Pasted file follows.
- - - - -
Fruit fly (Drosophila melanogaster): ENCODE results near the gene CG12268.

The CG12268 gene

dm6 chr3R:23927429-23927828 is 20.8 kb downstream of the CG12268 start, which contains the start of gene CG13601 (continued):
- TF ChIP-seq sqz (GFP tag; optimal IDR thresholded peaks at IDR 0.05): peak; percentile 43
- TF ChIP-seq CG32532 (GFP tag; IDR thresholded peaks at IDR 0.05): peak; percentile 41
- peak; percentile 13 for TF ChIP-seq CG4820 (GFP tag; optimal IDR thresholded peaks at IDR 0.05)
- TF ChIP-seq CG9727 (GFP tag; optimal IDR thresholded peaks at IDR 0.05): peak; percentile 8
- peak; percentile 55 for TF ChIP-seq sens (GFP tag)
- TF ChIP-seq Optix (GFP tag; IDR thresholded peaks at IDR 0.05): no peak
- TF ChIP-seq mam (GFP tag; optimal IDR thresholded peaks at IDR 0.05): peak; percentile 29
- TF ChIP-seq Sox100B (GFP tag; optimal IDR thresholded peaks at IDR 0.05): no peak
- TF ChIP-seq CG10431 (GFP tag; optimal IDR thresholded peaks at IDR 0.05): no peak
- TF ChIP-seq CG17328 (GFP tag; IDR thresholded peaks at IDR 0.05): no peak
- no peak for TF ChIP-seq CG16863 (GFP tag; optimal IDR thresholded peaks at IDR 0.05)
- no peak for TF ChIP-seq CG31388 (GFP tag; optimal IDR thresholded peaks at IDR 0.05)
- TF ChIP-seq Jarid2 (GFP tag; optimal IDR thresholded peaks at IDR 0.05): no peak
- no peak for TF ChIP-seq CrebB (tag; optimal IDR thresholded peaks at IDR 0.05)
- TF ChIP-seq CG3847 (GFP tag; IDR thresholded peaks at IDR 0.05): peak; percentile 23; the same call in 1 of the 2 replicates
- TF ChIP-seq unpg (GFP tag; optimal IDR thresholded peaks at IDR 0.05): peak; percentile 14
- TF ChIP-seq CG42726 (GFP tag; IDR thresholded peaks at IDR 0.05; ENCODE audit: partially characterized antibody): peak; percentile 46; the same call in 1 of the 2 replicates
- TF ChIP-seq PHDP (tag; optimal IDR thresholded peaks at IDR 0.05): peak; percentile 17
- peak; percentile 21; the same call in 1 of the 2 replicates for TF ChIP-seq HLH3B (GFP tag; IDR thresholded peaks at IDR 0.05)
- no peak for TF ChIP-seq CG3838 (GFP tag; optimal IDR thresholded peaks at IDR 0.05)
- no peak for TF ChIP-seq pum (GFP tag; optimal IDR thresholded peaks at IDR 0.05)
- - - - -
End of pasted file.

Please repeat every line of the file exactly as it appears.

Fruit fly (Drosophila melanogaster): ENCODE results near the gene CG12268.

The CG12268 gene

dm6 chr3R:23927429-23927828 is 20.8 kb downstream of the CG12268 start, which contains the start of gene CG13601 (continued):
- TF ChIP-seq sqz (GFP tag; optimal IDR thresholded peaks at IDR 0.05): peak; percentile 43
- TF ChIP-seq CG32532 (GFP tag; IDR thresholded peaks at IDR 0.05): peak; percentile 41
- peak; percentile 13 for TF ChIP-seq CG4820 (GFP tag; optimal IDR thresholded peaks at IDR 0.05)
- TF ChIP-seq CG9727 (GFP tag; optimal IDR thresholded peaks at IDR 0.05): peak; percentile 8
- peak; percentile 55 for TF ChIP-seq sens (GFP tag)
- TF ChIP-seq Optix (GFP tag; IDR thresholded peaks at IDR 0.05): no peak
- TF ChIP-seq mam (GFP tag; optimal IDR thresholded peaks at IDR 0.05): peak; percentile 29
- TF ChIP-seq Sox100B (GFP tag; optimal IDR thresholded peaks at IDR 0.05): no peak
- TF ChIP-seq CG10431 (GFP tag; optimal IDR thresholded peaks at IDR 0.05): no peak
- TF ChIP-seq CG17328 (GFP tag; IDR thresholded peaks at IDR 0.05): no peak
- no peak for TF ChIP-seq CG16863 (GFP tag; optimal IDR thresholded peaks at IDR 0.05)
- no peak for TF ChIP-seq CG31388 (GFP tag; optimal IDR thresholded peaks at IDR 0.05)
- TF ChIP-seq Jarid2 (GFP tag; optimal IDR thresholded peaks at IDR 0.05): no peak
- no peak for TF ChIP-seq CrebB (tag; optimal IDR thresholded peaks at IDR 0.05)
- TF ChIP-seq CG3847 (GFP tag; IDR thresholded peaks at IDR 0.05): peak; percentile 23; the same call in 1 of the 2 replicates
- TF ChIP-seq unpg (GFP tag; optimal IDR thresholded peaks at IDR 0.05): peak; percentile 14
- TF ChIP-seq CG42726 (GFP tag; IDR thresholded peaks at IDR 0.05; ENCODE audit: partially characterized antibody): peak; percentile 46; the same call in 1 of the 2 replicates
- TF ChIP-seq PHDP (tag; optimal IDR thresholded peaks at IDR 0.05): peak; percentile 17
- peak; percentile 21; the same call in 1 of the 2 replicates for TF ChIP-seq HLH3B (GFP tag; IDR thresholded peaks at IDR 0.05)
- no peak for TF ChIP-seq CG3838 (GFP tag; optimal IDR thresholded peaks at IDR 0.05)
- no peak for TF ChIP-seq pum (GFP tag; optimal IDR thresholded peaks at IDR 0.05)